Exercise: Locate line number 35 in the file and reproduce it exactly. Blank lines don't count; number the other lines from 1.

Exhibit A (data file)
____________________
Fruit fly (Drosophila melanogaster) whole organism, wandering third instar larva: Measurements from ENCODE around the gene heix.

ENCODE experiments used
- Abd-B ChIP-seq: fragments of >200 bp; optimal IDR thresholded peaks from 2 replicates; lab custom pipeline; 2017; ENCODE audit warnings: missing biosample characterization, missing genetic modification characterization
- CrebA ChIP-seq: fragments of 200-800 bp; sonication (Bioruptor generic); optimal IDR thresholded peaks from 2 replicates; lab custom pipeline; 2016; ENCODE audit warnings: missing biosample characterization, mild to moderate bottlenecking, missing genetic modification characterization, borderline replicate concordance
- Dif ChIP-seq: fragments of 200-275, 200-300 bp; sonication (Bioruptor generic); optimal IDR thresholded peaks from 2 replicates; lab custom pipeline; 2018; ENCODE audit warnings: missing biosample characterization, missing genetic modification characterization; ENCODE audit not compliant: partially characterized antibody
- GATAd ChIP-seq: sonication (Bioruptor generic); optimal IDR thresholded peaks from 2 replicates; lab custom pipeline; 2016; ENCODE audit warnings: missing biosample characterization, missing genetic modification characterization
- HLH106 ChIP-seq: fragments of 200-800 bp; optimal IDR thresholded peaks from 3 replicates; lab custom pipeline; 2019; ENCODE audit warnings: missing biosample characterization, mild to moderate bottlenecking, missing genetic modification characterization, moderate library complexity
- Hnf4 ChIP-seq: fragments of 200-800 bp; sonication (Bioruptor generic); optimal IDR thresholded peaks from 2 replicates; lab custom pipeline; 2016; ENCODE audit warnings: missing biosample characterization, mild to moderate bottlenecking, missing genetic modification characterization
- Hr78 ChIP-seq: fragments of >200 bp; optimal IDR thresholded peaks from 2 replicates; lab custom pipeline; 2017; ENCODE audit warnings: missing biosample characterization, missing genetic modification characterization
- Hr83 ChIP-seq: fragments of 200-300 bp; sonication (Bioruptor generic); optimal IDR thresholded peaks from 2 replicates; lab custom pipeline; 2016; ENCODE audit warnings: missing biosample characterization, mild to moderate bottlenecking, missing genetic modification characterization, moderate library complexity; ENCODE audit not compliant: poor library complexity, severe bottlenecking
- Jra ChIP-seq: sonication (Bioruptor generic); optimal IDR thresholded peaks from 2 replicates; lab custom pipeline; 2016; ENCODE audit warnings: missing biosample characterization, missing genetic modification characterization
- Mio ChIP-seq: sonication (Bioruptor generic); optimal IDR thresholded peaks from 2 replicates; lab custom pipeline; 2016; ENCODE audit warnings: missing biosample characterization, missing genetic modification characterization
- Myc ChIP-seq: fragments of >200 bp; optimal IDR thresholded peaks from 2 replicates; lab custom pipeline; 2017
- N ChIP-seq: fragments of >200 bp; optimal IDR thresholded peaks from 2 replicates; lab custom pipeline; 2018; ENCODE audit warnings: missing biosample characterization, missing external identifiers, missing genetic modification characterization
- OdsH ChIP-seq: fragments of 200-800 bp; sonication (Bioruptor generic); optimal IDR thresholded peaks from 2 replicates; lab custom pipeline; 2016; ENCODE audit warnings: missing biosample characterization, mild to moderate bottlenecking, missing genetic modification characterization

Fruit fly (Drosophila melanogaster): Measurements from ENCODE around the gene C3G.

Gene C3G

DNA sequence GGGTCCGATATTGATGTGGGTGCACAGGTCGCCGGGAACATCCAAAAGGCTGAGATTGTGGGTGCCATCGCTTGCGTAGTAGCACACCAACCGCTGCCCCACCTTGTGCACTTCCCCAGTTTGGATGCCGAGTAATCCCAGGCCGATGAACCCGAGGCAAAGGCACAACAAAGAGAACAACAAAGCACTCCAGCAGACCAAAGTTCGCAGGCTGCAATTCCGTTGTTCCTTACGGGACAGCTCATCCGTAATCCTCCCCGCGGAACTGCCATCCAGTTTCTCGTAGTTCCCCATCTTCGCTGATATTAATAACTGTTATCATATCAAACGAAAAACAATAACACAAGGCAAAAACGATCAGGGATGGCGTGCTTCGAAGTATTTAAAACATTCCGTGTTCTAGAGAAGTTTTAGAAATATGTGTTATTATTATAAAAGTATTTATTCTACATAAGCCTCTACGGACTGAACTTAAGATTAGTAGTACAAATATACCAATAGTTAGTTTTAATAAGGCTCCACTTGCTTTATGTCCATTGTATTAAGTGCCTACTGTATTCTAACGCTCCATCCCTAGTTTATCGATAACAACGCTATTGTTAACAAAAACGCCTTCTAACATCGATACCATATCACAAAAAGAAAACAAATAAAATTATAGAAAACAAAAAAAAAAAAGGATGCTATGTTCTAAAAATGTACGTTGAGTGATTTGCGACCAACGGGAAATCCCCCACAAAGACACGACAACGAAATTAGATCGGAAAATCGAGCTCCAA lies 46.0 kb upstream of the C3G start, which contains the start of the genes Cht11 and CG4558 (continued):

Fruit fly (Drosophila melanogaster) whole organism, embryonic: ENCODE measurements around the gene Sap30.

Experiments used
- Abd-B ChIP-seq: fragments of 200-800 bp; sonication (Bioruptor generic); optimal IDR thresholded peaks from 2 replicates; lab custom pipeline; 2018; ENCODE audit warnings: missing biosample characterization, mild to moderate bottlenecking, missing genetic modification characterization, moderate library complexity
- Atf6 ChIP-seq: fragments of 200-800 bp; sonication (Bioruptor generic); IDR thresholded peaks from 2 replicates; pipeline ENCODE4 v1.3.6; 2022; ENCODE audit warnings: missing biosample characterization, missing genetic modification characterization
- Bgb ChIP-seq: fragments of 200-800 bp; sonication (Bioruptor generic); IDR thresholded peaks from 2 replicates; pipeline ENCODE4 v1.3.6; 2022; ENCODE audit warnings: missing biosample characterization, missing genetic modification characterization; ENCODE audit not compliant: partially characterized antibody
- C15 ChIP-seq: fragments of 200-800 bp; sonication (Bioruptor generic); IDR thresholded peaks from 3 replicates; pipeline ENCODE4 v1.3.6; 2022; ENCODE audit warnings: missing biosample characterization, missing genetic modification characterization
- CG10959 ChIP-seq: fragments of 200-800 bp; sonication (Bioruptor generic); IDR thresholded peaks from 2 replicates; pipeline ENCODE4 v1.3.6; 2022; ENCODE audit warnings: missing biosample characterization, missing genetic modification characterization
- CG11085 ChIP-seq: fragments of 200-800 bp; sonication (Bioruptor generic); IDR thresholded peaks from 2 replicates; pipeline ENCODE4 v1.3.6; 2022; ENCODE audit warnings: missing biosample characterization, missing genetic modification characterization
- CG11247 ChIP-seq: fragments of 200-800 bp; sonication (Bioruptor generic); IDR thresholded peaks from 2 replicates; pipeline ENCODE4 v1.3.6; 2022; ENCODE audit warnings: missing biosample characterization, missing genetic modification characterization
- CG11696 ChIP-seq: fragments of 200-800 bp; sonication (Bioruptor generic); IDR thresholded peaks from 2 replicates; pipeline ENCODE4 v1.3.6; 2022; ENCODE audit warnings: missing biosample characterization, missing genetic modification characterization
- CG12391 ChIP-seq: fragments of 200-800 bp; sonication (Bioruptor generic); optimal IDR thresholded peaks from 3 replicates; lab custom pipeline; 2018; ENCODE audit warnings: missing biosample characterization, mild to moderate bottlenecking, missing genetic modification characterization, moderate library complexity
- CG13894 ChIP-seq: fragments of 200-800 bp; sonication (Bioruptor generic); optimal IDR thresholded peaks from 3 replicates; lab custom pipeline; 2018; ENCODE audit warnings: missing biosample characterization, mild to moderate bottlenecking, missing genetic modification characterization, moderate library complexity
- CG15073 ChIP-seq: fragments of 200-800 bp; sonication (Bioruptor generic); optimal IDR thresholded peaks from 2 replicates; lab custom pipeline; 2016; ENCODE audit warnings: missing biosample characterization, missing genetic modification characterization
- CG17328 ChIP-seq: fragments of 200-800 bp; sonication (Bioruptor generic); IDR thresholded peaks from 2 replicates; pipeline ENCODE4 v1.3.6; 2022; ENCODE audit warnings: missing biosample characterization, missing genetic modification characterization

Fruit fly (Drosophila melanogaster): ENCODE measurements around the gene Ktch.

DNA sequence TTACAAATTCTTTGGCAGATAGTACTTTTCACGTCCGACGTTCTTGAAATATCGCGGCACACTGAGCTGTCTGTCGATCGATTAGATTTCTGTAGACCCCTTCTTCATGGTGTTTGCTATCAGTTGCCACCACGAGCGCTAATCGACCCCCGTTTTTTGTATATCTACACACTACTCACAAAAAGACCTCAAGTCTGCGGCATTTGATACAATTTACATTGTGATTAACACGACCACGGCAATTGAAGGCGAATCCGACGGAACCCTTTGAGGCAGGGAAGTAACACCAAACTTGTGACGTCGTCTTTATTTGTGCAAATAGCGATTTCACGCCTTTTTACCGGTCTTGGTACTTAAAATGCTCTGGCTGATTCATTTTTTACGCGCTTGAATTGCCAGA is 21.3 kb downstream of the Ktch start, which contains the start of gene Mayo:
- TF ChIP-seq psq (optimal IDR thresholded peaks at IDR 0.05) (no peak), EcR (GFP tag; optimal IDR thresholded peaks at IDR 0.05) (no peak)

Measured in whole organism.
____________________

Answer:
- TF ChIP-seq psq (optimal IDR thresholded peaks at IDR 0.05) (no peak), EcR (GFP tag; optimal IDR thresholded peaks at IDR 0.05) (no peak)